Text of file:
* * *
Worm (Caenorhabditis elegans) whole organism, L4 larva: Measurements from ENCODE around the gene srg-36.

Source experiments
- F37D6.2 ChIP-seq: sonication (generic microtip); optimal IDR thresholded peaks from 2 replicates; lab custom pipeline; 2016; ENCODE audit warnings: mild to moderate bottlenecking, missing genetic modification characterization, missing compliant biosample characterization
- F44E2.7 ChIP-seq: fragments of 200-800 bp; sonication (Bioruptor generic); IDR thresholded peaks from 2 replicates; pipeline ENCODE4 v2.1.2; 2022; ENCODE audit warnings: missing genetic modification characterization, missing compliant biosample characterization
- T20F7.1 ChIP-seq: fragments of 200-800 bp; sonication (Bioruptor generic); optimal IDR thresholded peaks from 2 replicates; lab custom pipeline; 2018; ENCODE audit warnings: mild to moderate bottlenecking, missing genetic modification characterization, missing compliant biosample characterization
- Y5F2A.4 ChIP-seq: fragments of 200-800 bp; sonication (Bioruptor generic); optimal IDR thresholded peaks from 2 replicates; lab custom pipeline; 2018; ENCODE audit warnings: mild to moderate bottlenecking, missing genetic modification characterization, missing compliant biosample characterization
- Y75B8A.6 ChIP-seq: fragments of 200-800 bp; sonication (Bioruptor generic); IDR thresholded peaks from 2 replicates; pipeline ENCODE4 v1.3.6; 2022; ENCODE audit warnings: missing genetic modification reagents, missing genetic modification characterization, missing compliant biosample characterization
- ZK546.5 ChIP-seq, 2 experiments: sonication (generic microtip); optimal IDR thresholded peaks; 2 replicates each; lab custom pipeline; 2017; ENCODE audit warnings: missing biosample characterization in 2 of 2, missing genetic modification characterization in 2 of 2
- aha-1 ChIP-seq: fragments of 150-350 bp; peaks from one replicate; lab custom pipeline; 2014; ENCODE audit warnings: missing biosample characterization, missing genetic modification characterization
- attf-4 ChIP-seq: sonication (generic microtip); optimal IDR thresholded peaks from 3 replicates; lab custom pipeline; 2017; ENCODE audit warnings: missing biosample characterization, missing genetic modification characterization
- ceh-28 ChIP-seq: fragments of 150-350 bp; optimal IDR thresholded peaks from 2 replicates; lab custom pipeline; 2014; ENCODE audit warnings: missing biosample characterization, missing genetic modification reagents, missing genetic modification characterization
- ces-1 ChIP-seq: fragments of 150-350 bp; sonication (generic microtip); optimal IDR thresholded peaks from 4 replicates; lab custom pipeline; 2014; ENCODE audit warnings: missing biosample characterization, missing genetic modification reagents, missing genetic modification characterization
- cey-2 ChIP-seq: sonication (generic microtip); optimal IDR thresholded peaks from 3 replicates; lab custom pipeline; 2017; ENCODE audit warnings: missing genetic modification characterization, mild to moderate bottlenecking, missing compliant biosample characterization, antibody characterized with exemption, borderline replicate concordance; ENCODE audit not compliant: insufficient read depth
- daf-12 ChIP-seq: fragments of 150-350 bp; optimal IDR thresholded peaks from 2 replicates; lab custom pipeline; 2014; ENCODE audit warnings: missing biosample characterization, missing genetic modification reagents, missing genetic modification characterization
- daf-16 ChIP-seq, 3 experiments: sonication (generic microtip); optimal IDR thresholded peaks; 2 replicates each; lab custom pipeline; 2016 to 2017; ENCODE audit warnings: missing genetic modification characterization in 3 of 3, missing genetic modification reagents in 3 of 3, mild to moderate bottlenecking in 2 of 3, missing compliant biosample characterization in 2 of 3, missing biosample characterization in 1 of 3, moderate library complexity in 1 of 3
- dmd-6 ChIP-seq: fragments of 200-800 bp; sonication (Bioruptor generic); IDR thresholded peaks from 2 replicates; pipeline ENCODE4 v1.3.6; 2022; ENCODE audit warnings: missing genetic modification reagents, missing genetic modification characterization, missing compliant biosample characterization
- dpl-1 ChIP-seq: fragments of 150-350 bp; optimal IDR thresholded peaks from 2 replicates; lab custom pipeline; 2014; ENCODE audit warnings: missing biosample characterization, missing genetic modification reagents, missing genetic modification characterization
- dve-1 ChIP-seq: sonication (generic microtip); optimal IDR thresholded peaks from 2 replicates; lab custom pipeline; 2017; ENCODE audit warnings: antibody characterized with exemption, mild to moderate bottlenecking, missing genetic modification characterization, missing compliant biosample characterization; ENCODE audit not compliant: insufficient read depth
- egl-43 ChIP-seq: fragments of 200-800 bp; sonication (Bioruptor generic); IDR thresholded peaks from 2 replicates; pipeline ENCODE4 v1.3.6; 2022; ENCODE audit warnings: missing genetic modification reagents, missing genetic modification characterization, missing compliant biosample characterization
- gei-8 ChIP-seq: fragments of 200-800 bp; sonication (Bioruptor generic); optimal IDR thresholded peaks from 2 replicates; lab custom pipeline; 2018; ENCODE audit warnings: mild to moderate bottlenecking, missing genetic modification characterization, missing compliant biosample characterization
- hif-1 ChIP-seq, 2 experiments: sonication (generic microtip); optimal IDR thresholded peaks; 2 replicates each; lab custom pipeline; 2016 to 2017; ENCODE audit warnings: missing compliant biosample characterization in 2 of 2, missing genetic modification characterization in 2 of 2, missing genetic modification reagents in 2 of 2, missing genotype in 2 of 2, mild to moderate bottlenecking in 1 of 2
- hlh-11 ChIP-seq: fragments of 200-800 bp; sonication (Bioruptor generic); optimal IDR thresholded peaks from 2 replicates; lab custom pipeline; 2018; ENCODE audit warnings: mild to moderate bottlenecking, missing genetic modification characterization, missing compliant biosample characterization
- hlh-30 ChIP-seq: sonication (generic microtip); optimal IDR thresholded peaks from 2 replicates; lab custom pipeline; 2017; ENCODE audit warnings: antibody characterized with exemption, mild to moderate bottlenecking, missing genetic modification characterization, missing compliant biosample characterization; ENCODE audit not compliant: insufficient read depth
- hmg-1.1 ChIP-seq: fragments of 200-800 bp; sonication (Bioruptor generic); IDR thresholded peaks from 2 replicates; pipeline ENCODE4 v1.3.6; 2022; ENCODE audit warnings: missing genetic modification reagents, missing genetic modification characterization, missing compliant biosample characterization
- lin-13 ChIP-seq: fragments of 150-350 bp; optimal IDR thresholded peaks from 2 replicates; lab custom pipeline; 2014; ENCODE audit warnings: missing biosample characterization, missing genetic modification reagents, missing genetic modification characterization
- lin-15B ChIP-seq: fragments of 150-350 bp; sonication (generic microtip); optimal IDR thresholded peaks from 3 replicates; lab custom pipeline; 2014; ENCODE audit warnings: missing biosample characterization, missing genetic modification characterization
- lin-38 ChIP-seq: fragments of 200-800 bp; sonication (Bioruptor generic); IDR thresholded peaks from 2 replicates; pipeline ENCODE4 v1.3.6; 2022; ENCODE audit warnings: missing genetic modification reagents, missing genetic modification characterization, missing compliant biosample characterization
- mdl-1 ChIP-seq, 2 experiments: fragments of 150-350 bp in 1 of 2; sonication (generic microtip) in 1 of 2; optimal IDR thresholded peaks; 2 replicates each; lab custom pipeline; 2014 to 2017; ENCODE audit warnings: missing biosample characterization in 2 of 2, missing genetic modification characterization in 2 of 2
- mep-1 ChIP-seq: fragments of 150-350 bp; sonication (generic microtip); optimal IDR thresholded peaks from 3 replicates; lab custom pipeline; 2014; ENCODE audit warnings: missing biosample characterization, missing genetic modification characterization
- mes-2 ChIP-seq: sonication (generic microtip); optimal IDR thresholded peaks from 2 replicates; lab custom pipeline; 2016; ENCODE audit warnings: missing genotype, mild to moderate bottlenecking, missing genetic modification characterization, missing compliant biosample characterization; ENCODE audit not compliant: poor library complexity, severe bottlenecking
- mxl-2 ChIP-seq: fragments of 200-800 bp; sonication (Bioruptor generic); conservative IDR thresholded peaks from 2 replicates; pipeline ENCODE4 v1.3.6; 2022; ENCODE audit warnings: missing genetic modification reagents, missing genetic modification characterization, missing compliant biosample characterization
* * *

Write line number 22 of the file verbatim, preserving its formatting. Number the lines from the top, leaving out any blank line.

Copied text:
- hlh-11 ChIP-seq: fragments of 200-800 bp; sonication (Bioruptor generic); optimal IDR thresholded peaks from 2 replicates; lab custom pipeline; 2018; ENCODE audit warnings: mild to moderate bottlenecking, missing genetic modification characterization, missing compliant biosample characterization